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chemdawg 01-27-2005 12:37 AM

viruses in linux?
 
Hi all,

What's the official word on viruses with linux? I heard somewhere that it's a good idea to install something called guard dog? I also heard not to worry about it. What do all of you suggest along those lines?

thanks in advance!

scuzzman 01-27-2005 12:40 AM

GuardDog is simply a frontend for the Linux-integrated firewall iptables.
As for virii, take a look here.

sgrayban 01-27-2005 02:18 AM

The last reported linux virus was:

W32.Peelf.2132
Discovered on: March 27, 2001

Reported by Symantec
http://securityresponse.symantec.com...eelf.2132.html

JaseP 01-27-2005 10:14 AM

With a well set firewall (iptables front ends, mostly) and common sense, there is presently no reason to have a virus scanner on a Linux system unless it is acting as conduit for Windoze-based systems (e-mail or file server).

You are more at risk for someone trying to hack root on your system than you are getting a virus. By the way, "virus" is not Latin (anymore), so "viruses" is the plural, not "virii."

Rick485 01-27-2005 10:38 AM

I have read that there are are not any Linux viruses actively circulating out in the wild even though 7 Linux proof of concept viruses were created many years ago. Very few Linux desktop users bother using anti-virus software. Many Linux mail servers do use anti-virus software to scan the mail that is being sent to their more vulnerable Windows clients. There are about half a dozen different Linux anti-virus products available. I use the free Clam AntiVirus scanner on my home computer. When I need to download the latest virus signatures I use the freshclam command. I also use the firewall that comes with Linux. Information about Clam AntiVirus can be found here:

http://clamav.net/

I use the Codeweavers CrossOver Office product to run several Windows programs under their slightly modified version of Wine. I use Word 2000, Excel 2000 and Adobe Photoshope 7.0 which are all Windows programs under Linux and have wondered if that might make my computer vulnerable. Below is a link to an article where someone tried to run several viruses and worms under wine. None proved to be very Linux compatible. He was probably using the ordinary version of Wine not CrossOver Office or one of the other commercial (not free) variations, not that it should make any difference. I wonder what would have happend if the viruses had been specifically designed to target that small group of Linux users who use Wine to run Windows programs? Here is his article:

http://os.newsforge.com/article.pl?s...30222&from=rss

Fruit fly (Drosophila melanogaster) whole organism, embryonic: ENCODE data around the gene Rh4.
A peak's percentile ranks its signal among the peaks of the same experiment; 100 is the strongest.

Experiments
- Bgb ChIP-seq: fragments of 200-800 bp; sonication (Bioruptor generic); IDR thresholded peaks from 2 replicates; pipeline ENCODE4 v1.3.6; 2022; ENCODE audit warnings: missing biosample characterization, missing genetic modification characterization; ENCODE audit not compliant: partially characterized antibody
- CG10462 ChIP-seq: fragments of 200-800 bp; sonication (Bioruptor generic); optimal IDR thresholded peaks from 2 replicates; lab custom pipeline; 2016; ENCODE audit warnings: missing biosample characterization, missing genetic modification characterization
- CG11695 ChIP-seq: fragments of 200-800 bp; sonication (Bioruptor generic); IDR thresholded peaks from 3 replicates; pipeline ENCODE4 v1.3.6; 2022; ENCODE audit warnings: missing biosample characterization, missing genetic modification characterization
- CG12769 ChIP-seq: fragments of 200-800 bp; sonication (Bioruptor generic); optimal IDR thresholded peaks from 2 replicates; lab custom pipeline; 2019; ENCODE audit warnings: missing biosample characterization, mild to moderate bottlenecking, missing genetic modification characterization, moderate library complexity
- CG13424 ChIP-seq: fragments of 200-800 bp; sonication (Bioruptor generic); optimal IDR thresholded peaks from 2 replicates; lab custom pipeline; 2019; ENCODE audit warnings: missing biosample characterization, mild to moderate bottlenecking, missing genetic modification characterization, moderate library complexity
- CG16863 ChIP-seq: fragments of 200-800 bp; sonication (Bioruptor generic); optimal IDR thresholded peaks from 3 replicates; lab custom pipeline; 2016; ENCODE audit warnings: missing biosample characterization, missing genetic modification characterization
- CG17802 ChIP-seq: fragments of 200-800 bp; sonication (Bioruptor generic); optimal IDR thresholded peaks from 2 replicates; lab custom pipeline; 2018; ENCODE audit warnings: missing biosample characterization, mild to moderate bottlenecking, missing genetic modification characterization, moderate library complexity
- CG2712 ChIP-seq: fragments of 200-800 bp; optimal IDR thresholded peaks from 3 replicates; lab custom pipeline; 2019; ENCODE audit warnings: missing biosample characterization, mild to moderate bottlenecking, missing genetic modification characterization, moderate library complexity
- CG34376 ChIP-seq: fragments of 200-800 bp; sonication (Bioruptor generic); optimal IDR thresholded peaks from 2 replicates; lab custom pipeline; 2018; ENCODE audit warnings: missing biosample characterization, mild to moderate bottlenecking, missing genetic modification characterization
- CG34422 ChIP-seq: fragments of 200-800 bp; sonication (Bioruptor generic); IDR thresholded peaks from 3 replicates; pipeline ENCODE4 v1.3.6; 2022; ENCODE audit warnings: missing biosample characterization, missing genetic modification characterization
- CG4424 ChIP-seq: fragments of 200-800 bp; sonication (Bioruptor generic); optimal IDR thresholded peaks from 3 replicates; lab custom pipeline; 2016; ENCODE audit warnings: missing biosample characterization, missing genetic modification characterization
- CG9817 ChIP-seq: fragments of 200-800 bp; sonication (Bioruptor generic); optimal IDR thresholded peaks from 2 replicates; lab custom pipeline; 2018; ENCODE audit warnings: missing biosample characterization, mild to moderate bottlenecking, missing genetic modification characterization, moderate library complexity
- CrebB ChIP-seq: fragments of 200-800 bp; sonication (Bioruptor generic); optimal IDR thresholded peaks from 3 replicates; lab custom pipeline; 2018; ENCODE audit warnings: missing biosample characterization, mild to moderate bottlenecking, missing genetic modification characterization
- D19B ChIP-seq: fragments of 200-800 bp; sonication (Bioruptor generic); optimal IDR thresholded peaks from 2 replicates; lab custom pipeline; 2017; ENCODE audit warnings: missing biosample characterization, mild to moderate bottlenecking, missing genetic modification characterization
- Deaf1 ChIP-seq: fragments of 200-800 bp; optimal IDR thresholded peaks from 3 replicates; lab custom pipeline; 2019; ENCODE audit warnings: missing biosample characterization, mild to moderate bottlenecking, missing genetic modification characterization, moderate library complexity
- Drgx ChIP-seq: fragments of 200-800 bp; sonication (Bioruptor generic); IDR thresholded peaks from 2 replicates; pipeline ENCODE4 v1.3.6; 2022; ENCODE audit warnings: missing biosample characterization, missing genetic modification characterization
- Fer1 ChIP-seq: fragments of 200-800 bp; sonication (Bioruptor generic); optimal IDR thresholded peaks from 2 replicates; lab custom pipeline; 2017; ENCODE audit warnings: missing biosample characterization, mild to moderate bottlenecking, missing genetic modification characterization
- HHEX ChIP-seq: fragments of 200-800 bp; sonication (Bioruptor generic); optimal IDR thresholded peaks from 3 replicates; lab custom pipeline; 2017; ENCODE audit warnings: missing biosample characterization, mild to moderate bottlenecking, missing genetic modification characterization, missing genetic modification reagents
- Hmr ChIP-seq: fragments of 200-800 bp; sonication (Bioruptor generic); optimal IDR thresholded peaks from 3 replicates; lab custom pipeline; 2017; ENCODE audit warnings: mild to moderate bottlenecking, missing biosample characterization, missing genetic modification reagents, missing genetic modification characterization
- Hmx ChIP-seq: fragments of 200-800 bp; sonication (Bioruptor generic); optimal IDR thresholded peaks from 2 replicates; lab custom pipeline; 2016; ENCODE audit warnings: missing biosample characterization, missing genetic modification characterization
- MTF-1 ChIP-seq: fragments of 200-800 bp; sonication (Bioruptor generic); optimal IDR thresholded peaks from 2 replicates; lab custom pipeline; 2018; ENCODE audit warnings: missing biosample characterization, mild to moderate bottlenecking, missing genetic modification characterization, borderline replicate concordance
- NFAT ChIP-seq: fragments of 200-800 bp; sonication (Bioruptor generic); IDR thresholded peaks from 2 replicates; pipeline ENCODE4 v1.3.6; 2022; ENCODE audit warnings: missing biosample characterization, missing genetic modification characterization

I have also wondered about spyware. I have never heard of Linux computers having spyware problems but have never heard anyone say for sure? The majority of Windows home computers now have adverstising related spyware on them so for Windows users, anti-spyware products such as Ad-Aware and Spybot have become popular. Are Linux computers immune to that problem?

RodimusProblem 01-27-2005 03:02 PM

Quote:

I have also wondered about spyware. I have never heard of Linux computers having spyware problems but have never heard anyone say for sure? The majority of Windows home computers now have adverstising related spyware on them so for Windows users, anti-spyware products such as Ad-Aware and Spybot have become popular. Are Linux computers immune to that problem?
Spyware / Adware cookies? Hell yes they exist. Just like Windows you'll get them while browsing (except that Mozilla can block the unwanted ones whereas IE just accepts them again).

Otherwise? Not really. I read an article that said the day was coming, but for now malicious software is rare.

After all, most Linux software is Open Source. You'd think that would make malicious intent known ahead of time.

rbochan 01-27-2005 06:05 PM

Re: viruses in linux?
 
Quote:

Originally posted by chemdawg
Hi all,
What's the official word on viruses with linux?...

clicky clicky

Electro 01-28-2005 01:31 AM

The only way viruses to get in to Linux is by old service versions of BIND, SAMBA, NFS, SSH, APACHE, X11, FTP, mySQL, and several others. If those services are run carefully and updated, they will not effect the whole entire system. You have to watch out for tojans and rootkits. Though every new stable kernel version that comes out makes it a little harder for hackers to run rootkits and tojans. Since Windows does not change as often as Linux, hackers put their efforts to Windows instead.

If there is vulnerability for Linux software, the patch will be writen in a few days instead of weeks or months like for Windows.

The WINE test is ok. If a windows virus is run in WINE, it will only effect the user's account and files that he or she has write access to. If WINE is setup carefully, it will only damage files that the symbolic links in ~/.wine/dosdevices points to.

Most spyware is for Windows. The other percentage (very low percentage) is for Mac. WINE can run spyware but it will not find a lot of information about you. If you installed Internet Explorer in WINE, you have spyware. You can buy some spyware titles that sends the information of the user to an e-mail account. If you see the e-mail that the spyware program has sended, then its working.

A lot of people asks me if I'm running an anti-virus program and what the name of it. I say I do not run any anti-virus programs, because I use Linux.


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